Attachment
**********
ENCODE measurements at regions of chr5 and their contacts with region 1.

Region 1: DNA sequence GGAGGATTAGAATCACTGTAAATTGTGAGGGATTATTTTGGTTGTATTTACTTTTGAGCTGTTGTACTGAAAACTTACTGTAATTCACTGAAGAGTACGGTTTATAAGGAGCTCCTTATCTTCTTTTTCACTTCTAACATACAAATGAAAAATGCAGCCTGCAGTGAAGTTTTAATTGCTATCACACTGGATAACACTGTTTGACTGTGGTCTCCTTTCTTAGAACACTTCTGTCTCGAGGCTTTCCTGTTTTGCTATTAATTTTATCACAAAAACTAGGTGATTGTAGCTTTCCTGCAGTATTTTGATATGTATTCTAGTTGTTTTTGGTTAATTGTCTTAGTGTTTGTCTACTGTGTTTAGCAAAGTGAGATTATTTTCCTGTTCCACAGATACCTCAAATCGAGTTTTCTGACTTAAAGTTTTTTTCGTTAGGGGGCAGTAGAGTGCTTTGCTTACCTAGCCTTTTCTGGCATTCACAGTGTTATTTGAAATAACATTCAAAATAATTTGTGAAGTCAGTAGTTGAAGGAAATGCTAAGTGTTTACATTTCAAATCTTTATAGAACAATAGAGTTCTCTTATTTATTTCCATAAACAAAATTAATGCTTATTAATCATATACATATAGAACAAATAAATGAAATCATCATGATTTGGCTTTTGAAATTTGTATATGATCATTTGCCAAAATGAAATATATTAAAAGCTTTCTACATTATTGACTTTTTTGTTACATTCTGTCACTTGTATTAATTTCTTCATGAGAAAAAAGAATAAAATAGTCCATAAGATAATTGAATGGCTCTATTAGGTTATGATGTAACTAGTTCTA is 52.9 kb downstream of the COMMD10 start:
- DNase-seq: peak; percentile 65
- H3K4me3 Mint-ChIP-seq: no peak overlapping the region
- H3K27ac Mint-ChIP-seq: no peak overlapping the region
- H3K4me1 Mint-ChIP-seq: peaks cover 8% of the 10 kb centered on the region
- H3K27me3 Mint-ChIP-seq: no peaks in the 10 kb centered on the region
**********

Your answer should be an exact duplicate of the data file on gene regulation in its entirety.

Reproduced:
ENCODE measurements at regions of chr5 and their contacts with region 1.

Region 1: DNA sequence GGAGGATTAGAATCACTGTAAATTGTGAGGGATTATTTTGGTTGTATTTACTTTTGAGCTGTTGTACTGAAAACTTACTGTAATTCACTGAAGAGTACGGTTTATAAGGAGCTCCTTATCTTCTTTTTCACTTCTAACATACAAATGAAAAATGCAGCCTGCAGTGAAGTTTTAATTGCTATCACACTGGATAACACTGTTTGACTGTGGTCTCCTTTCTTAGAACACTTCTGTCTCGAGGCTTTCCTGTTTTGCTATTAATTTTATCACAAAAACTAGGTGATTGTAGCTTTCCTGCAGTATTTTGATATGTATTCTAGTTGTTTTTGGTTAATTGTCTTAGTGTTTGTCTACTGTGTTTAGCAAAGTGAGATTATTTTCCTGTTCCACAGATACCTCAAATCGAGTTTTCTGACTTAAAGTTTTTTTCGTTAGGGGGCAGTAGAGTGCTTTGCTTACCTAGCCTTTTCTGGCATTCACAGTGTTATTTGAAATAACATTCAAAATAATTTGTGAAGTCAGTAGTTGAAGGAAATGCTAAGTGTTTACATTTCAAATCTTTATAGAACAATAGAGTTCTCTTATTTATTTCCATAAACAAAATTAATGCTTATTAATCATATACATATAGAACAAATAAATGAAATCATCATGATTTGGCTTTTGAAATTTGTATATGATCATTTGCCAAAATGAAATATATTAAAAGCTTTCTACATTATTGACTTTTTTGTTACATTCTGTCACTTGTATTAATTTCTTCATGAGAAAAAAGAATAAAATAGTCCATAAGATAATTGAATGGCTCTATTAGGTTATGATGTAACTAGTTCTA is 52.9 kb downstream of the COMMD10 start:
- DNase-seq: peak; percentile 65
- H3K4me3 Mint-ChIP-seq: no peak overlapping the region
- H3K27ac Mint-ChIP-seq: no peak overlapping the region
- H3K4me1 Mint-ChIP-seq: peaks cover 8% of the 10 kb centered on the region
- H3K27me3 Mint-ChIP-seq: no peaks in the 10 kb centered on the region